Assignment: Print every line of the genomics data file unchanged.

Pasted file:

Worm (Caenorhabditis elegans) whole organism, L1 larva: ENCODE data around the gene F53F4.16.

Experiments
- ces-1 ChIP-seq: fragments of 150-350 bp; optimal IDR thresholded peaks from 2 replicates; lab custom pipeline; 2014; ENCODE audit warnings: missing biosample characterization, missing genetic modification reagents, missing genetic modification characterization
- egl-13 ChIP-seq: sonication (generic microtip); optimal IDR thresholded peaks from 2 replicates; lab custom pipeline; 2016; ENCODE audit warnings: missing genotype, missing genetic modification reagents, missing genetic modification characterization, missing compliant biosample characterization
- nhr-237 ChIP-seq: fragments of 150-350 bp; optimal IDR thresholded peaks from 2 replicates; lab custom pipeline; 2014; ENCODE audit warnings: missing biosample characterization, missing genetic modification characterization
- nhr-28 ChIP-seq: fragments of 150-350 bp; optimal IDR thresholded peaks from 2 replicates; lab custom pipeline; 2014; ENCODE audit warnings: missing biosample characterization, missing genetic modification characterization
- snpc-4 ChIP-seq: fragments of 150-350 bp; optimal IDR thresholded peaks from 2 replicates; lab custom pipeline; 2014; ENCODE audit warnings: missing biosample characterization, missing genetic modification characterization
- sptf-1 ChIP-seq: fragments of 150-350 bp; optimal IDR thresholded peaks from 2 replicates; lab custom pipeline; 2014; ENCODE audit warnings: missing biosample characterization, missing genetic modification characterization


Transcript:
Worm (Caenorhabditis elegans) whole organism, L1 larva: ENCODE data around the gene F53F4.16.

Experiments
- ces-1 ChIP-seq: fragments of 150-350 bp; optimal IDR thresholded peaks from 2 replicates; lab custom pipeline; 2014; ENCODE audit warnings: missing biosample characterization, missing genetic modification reagents, missing genetic modification characterization
- egl-13 ChIP-seq: sonication (generic microtip); optimal IDR thresholded peaks from 2 replicates; lab custom pipeline; 2016; ENCODE audit warnings: missing genotype, missing genetic modification reagents, missing genetic modification characterization, missing compliant biosample characterization
- nhr-237 ChIP-seq: fragments of 150-350 bp; optimal IDR thresholded peaks from 2 replicates; lab custom pipeline; 2014; ENCODE audit warnings: missing biosample characterization, missing genetic modification characterization
- nhr-28 ChIP-seq: fragments of 150-350 bp; optimal IDR thresholded peaks from 2 replicates; lab custom pipeline; 2014; ENCODE audit warnings: missing biosample characterization, missing genetic modification characterization
- snpc-4 ChIP-seq: fragments of 150-350 bp; optimal IDR thresholded peaks from 2 replicates; lab custom pipeline; 2014; ENCODE audit warnings: missing biosample characterization, missing genetic modification characterization
- sptf-1 ChIP-seq: fragments of 150-350 bp; optimal IDR thresholded peaks from 2 replicates; lab custom pipeline; 2014; ENCODE audit warnings: missing biosample characterization, missing genetic modification characterization